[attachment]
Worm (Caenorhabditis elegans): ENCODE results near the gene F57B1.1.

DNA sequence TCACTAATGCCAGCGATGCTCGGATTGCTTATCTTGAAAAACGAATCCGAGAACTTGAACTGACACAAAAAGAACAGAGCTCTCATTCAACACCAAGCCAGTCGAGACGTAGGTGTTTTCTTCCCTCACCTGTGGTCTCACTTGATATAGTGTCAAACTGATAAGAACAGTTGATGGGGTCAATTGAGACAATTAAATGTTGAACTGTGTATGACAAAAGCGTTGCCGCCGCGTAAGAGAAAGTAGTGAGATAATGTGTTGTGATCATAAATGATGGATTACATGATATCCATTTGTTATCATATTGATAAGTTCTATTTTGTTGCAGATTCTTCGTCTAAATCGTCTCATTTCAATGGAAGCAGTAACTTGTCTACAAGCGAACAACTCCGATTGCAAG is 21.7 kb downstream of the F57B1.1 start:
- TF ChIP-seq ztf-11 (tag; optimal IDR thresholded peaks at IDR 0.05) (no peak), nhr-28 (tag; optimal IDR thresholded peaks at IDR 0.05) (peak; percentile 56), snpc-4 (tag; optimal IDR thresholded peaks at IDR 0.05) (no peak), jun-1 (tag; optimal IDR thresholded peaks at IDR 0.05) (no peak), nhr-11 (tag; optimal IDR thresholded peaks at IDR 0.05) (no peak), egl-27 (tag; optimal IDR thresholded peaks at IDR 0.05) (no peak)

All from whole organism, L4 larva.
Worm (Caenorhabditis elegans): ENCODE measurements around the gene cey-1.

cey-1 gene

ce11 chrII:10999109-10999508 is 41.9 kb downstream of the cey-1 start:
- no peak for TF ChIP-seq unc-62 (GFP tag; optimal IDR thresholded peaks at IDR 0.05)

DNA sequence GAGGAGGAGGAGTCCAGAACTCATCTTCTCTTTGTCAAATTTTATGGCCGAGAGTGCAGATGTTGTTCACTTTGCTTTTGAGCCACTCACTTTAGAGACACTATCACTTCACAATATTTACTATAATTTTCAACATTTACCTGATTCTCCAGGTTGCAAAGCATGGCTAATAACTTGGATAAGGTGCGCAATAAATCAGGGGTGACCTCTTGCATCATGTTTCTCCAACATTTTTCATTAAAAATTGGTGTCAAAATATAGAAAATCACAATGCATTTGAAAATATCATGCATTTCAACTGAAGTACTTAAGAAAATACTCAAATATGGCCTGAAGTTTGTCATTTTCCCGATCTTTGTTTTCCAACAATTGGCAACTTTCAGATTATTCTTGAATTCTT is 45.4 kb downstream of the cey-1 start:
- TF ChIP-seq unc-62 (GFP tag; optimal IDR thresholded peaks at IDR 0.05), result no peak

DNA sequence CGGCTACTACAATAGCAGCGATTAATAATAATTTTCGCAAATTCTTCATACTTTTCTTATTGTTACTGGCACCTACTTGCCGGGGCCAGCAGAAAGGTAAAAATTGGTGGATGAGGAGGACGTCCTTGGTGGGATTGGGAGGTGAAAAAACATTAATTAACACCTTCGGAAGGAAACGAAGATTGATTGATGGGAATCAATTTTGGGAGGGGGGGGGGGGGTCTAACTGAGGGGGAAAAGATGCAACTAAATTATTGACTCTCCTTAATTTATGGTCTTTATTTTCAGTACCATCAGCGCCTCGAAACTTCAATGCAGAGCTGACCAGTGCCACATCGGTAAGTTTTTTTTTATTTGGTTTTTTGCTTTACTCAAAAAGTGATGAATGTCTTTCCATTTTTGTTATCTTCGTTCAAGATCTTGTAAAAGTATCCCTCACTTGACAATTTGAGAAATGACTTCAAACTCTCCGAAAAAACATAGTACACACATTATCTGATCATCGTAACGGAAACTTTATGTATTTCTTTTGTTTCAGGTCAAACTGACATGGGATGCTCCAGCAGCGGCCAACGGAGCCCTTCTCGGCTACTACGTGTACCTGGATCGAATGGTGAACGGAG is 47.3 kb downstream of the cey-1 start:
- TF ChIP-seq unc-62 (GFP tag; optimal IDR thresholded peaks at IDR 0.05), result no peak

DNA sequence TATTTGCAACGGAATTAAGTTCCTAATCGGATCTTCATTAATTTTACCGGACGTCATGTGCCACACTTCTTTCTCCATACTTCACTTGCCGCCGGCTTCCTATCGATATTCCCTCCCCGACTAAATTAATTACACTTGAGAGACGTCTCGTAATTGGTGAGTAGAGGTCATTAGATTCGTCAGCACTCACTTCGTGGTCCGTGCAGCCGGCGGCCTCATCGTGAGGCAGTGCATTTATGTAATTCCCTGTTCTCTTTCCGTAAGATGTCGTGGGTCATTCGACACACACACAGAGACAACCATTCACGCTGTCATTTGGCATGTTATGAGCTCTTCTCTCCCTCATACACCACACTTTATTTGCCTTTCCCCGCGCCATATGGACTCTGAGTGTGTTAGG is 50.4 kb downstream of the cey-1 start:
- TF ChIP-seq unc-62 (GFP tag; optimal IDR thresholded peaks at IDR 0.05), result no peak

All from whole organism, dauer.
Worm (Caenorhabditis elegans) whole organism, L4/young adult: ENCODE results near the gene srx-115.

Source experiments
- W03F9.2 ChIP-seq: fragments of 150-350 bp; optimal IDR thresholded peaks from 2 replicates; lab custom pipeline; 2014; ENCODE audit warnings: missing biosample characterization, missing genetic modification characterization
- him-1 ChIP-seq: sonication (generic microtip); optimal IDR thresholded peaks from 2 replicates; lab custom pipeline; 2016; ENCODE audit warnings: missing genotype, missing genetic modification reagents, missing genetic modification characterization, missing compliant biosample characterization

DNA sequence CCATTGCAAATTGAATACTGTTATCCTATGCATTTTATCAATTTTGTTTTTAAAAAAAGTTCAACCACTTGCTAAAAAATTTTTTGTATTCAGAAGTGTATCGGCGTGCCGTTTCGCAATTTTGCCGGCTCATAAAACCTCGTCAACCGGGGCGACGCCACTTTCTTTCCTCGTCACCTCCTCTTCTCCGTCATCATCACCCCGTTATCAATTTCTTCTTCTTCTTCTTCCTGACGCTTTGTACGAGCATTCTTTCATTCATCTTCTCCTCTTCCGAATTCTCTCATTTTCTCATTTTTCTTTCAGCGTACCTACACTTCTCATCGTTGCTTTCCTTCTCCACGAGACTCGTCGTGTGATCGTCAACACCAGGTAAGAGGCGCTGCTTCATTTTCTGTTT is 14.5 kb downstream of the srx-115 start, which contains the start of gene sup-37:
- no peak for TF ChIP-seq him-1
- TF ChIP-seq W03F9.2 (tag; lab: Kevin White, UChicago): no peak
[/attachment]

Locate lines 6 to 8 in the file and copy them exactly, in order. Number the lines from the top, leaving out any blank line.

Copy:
cey-1 gene

ce11 chrII:10999109-10999508 is 41.9 kb downstream of the cey-1 start:
- no peak for TF ChIP-seq unc-62 (GFP tag; optimal IDR thresholded peaks at IDR 0.05)